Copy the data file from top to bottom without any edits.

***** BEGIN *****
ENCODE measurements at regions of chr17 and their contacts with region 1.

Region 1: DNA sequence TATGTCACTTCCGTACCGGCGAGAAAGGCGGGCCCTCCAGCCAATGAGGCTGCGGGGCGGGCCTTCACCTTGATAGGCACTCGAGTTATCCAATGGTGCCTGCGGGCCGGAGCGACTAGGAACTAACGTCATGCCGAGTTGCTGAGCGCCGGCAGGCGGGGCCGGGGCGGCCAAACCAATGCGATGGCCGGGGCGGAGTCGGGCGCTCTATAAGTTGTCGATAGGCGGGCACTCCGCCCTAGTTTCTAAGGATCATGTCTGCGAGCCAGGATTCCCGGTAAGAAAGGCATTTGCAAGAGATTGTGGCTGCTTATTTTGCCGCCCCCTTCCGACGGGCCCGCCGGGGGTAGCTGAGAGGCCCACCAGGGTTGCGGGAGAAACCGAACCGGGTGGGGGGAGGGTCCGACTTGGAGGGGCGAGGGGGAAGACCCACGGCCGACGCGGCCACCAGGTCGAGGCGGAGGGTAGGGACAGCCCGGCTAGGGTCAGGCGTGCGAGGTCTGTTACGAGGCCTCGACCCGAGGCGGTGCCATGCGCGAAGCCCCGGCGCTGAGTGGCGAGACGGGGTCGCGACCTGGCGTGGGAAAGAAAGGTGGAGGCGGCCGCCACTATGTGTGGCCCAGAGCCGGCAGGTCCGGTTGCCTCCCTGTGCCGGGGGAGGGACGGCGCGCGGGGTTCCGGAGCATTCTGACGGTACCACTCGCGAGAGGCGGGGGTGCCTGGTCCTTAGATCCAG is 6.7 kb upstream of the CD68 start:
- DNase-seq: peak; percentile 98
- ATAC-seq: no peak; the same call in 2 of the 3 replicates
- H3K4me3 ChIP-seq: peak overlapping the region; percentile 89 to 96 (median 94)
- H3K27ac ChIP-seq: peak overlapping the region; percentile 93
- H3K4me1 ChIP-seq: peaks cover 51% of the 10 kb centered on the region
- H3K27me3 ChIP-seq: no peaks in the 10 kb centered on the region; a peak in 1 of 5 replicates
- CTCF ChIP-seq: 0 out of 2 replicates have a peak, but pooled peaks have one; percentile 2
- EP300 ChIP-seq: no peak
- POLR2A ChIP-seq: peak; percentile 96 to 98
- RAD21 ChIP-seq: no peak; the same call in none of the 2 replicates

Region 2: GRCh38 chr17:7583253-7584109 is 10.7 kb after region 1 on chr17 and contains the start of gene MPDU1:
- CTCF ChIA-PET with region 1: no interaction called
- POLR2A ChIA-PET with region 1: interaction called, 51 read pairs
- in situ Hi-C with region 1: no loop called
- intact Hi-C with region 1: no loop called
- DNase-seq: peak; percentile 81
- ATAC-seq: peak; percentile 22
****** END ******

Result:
ENCODE measurements at regions of chr17 and their contacts with region 1.

Region 1: DNA sequence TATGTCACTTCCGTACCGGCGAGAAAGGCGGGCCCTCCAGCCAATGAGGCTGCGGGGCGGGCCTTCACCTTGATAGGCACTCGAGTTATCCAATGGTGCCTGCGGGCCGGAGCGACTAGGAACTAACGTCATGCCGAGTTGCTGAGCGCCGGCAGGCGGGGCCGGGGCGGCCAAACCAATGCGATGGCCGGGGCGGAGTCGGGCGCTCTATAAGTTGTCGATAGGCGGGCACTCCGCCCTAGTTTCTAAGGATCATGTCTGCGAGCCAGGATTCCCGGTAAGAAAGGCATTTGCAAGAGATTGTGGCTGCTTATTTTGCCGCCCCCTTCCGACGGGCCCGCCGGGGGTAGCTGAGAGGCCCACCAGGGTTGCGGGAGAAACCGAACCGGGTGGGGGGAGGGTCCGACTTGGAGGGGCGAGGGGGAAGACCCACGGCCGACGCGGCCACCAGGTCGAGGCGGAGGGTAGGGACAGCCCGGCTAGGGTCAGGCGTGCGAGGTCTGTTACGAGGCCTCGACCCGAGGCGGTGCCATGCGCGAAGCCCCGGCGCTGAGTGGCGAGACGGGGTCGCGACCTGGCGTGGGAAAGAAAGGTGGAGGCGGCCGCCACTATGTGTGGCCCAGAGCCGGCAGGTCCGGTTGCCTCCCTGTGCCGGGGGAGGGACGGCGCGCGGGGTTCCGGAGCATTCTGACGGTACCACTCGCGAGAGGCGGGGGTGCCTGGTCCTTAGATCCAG is 6.7 kb upstream of the CD68 start:
- DNase-seq: peak; percentile 98
- ATAC-seq: no peak; the same call in 2 of the 3 replicates
- H3K4me3 ChIP-seq: peak overlapping the region; percentile 89 to 96 (median 94)
- H3K27ac ChIP-seq: peak overlapping the region; percentile 93
- H3K4me1 ChIP-seq: peaks cover 51% of the 10 kb centered on the region
- H3K27me3 ChIP-seq: no peaks in the 10 kb centered on the region; a peak in 1 of 5 replicates
- CTCF ChIP-seq: 0 out of 2 replicates have a peak, but pooled peaks have one; percentile 2
- EP300 ChIP-seq: no peak
- POLR2A ChIP-seq: peak; percentile 96 to 98
- RAD21 ChIP-seq: no peak; the same call in none of the 2 replicates

Region 2: GRCh38 chr17:7583253-7584109 is 10.7 kb after region 1 on chr17 and contains the start of gene MPDU1:
- CTCF ChIA-PET with region 1: no interaction called
- POLR2A ChIA-PET with region 1: interaction called, 51 read pairs
- in situ Hi-C with region 1: no loop called
- intact Hi-C with region 1: no loop called
- DNase-seq: peak; percentile 81
- ATAC-seq: peak; percentile 22